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I Have My Donne This work has been published in the Teen Ink monthly print magazine. This work has won the Teen Ink contest in its category.

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      My mind was racing, my childlike ingenuity forcing my imagination to exaggerate wildly. I walked down the corridor of the hospital and was hit with apprehension; never had I experienced the grim task of visiting a dying loved one. Bracing myself, I entered his room, but rather than encountering the gloomy scene I expected, it exuded a profound serenity.

“All mankind is of one author, and is one volume; when one man dies, one chapter is not torn out of the book, but translated into a better language,” slipped from my grandfather’s aged lips; a gentle, contented smile shone from his face. He died the next day.

How was he so calm as death approached? Did he not fear or even grasp the extent of the unknown path before him? What did the quote he knew so well mean to him? The beauty I beheld in that sterile hospital room did not reveal its importance until years later, but that scene of a peaceful death held a precious secret that has come to affect my very being.

When I turned 16, this memory struck me and forced me to wonder what was the key to my grandfather’s peace. When I asked my mother what he was thinking on his deathbed, she answered with fond reverence, “He was reciting the poems of John Donne in his mind, going over the lines he’d studied a thousand times and could never forget. He always loved his books and his poetry, they held a special place in his heart. He devoted his life to them. Does that help?”

I left the room before she had finished this last sentence. Books, literature, poetry - these had granted my grandfather a consummate life. I rushed to my sister’s room and sat before her towering bookshelf. I recited the titles: Catcher in the Rye; The Bell Jar; The Brothers Karamazov; Siddhartha; Candide; The Great Gatsby; The Heart is a Lonely Hunter; Heart of Darkness; Madame Bovery; The Stranger; Gulliver’s Travels ... They all sounded so beautiful, so full of potential, so enticing, so fascinating; they held something I knew I desperately wanted.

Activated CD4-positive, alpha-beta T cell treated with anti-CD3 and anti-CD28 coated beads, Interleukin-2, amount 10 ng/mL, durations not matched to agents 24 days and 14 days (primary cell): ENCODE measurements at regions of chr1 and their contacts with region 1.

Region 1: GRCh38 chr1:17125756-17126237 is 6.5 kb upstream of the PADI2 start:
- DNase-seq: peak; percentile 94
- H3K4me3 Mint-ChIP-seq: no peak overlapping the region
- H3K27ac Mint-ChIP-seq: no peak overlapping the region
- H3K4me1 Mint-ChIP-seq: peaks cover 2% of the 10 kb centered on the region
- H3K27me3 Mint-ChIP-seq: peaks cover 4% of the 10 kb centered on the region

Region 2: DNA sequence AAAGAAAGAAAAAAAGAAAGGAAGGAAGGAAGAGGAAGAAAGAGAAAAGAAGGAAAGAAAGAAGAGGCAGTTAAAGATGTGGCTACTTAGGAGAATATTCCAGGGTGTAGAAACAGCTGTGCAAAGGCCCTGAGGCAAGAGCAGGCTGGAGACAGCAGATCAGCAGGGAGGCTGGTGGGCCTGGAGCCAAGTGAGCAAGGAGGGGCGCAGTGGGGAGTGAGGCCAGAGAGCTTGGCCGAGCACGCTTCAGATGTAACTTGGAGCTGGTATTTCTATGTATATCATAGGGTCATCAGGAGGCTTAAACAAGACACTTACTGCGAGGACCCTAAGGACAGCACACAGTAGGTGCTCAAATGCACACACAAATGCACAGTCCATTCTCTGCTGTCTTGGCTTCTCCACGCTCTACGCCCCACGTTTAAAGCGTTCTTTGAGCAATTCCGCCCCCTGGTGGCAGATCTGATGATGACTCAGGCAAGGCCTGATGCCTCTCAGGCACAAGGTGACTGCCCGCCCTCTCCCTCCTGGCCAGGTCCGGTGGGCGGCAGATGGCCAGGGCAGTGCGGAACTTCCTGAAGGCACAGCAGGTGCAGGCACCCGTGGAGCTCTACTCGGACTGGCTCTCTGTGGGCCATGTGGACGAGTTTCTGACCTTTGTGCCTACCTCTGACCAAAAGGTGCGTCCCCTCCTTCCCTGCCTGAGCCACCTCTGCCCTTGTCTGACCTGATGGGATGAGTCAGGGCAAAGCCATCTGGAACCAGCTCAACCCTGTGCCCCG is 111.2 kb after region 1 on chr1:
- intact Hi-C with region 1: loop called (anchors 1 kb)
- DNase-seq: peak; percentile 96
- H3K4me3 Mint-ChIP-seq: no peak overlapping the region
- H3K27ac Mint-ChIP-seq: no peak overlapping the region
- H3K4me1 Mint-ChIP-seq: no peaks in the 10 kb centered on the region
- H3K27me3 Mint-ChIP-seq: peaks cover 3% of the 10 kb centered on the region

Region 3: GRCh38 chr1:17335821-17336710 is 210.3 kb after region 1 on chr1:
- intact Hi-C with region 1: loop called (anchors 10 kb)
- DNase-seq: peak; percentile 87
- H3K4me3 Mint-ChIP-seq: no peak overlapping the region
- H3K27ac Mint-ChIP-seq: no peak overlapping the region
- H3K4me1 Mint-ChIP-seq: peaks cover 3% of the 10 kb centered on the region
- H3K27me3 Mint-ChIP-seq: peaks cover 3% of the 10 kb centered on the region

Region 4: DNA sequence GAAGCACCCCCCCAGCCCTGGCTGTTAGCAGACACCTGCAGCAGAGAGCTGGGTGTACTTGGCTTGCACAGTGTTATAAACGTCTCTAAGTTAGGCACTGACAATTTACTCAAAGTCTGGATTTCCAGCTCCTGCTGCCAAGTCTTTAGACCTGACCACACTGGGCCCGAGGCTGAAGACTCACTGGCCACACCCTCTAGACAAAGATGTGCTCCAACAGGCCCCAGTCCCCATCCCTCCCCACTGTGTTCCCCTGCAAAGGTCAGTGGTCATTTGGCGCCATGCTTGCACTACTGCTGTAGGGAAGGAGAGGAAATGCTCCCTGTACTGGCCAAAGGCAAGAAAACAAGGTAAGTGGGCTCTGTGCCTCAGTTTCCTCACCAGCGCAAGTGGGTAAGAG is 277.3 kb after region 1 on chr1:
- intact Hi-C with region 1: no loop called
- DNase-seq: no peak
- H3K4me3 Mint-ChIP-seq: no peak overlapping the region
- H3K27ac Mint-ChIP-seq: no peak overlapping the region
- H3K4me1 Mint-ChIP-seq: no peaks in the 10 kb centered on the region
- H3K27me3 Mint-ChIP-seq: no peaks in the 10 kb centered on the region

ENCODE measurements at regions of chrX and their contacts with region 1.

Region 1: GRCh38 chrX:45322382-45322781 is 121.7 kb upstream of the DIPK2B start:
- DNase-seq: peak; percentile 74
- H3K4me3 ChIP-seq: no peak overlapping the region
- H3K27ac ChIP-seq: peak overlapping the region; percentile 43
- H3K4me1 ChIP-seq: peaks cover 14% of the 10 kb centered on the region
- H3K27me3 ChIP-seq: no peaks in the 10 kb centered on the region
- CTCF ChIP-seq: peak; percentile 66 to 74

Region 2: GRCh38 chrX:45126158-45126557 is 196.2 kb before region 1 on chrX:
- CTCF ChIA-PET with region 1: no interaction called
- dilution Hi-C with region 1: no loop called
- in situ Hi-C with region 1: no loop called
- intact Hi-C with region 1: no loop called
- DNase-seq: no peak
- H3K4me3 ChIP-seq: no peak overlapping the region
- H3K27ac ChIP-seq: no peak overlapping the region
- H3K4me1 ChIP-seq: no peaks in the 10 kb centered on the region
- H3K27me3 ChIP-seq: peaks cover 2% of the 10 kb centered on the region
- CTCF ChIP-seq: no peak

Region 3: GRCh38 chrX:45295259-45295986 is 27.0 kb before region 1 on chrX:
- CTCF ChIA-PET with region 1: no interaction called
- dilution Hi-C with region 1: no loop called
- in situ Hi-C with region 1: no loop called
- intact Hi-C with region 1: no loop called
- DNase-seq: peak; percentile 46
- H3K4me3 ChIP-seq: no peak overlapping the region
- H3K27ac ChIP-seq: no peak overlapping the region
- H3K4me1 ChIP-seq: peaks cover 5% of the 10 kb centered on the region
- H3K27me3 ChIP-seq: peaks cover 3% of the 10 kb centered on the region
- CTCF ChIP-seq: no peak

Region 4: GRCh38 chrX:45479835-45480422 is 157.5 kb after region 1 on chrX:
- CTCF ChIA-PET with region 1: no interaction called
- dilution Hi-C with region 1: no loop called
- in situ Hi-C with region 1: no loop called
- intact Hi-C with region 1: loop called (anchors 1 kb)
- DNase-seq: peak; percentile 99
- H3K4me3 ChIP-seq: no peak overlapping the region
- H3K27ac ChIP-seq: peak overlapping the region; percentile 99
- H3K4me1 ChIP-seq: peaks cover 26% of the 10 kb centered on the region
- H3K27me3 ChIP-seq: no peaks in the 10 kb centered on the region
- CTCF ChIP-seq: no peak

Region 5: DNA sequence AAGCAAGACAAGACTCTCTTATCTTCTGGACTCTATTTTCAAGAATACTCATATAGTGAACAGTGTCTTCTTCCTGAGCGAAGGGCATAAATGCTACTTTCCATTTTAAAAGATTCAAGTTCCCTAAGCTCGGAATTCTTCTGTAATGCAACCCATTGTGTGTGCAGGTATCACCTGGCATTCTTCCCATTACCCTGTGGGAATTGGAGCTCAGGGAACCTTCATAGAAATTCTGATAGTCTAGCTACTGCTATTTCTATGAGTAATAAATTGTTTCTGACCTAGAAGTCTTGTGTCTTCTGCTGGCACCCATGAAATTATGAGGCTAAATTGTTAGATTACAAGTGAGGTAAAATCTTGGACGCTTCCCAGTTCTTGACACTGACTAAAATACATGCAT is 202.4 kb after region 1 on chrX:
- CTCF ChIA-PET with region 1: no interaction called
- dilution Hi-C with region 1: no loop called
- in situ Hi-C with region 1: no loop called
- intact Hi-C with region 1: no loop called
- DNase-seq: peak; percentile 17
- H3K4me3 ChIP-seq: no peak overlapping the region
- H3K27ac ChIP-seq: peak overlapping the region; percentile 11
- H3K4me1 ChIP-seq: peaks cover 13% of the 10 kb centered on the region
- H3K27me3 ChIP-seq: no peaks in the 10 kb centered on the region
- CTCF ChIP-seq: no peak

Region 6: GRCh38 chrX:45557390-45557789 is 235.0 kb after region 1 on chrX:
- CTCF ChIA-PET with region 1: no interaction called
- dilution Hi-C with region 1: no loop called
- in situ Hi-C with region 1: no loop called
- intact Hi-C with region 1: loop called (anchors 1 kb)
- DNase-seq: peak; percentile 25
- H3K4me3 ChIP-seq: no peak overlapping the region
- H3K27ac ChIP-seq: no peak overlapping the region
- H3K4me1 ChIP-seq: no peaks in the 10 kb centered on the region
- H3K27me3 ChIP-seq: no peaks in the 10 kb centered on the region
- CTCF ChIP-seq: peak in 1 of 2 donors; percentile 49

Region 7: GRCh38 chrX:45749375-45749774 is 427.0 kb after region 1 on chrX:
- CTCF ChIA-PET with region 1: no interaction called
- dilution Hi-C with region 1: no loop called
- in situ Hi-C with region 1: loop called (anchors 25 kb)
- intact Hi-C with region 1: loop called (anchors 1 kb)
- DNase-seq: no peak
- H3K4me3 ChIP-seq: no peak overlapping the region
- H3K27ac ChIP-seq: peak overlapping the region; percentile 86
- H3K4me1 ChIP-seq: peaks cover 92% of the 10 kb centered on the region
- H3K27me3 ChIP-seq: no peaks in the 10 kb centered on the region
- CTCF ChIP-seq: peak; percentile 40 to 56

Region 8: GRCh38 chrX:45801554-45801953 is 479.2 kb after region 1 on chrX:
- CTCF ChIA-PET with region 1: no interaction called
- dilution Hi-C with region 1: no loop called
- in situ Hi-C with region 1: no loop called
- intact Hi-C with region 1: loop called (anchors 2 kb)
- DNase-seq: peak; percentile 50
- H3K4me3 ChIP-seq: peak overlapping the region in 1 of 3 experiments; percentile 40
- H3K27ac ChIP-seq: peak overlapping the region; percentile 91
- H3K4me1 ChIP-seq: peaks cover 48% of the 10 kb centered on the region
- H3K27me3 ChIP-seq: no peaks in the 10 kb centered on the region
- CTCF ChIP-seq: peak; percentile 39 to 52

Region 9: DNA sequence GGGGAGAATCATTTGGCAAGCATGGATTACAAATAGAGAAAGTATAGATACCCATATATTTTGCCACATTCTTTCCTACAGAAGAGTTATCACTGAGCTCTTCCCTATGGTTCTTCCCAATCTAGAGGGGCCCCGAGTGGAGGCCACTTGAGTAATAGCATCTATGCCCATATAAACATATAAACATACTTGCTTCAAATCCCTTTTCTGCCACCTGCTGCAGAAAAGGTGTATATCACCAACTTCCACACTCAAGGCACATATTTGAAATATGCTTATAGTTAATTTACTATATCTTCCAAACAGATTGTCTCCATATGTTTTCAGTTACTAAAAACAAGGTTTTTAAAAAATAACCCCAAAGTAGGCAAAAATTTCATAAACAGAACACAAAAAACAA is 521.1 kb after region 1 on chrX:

On that day, I plunged headfirst into the world of books. A fresh crease in the spine of a classic was the beginning of a great day. I devoured pages, consumed ideas, and most important, found profound contentment in them. The cryptic lines were like a mysterious treasure to me. I loved everything about them and never stopped reading. A good book could lift me from the deepest depths.

When I visualize my future, I can think of nothing more fulfilling than following my grandfather’s footsteps and devoting my life to the study of humankind’s greatest treasure: books. Their magic fills up the blank spots in me and the more I read, the more I get out of them and the more my love for them grows. Furthermore, I dream of one day pouring my own soul onto pages, perhaps becoming the inspirer rather than the inspired. Ultimately, I desire to affect the same passion on others that my grandfather’s work has bestowed upon me.

Months after my epiphany, my mother approached me and said, “I remember something your grandfather said at the very end, perhaps it will help answer your question. He said, ‘I’m not afraid, I have my Shakespeare and I have my Donne.’” I’ll always remember that.

That line has since become the epitome of my life’s ultimate goal. As time goes on, and pages continue to turn, I can take solace in the fact that literature’s wisdom will undoubtedly satiate my life’s thirst and allow me to leave this earth with as much tranquility and sense of achievement as my very inspirational grandfather.

This work has been published in the Teen Ink monthly print magazine. This piece has been published in Teen Ink’s monthly print magazine.

This work has won the Teen Ink contest in its category. This piece won the April 2007 Teen Ink Nonfiction Contest.




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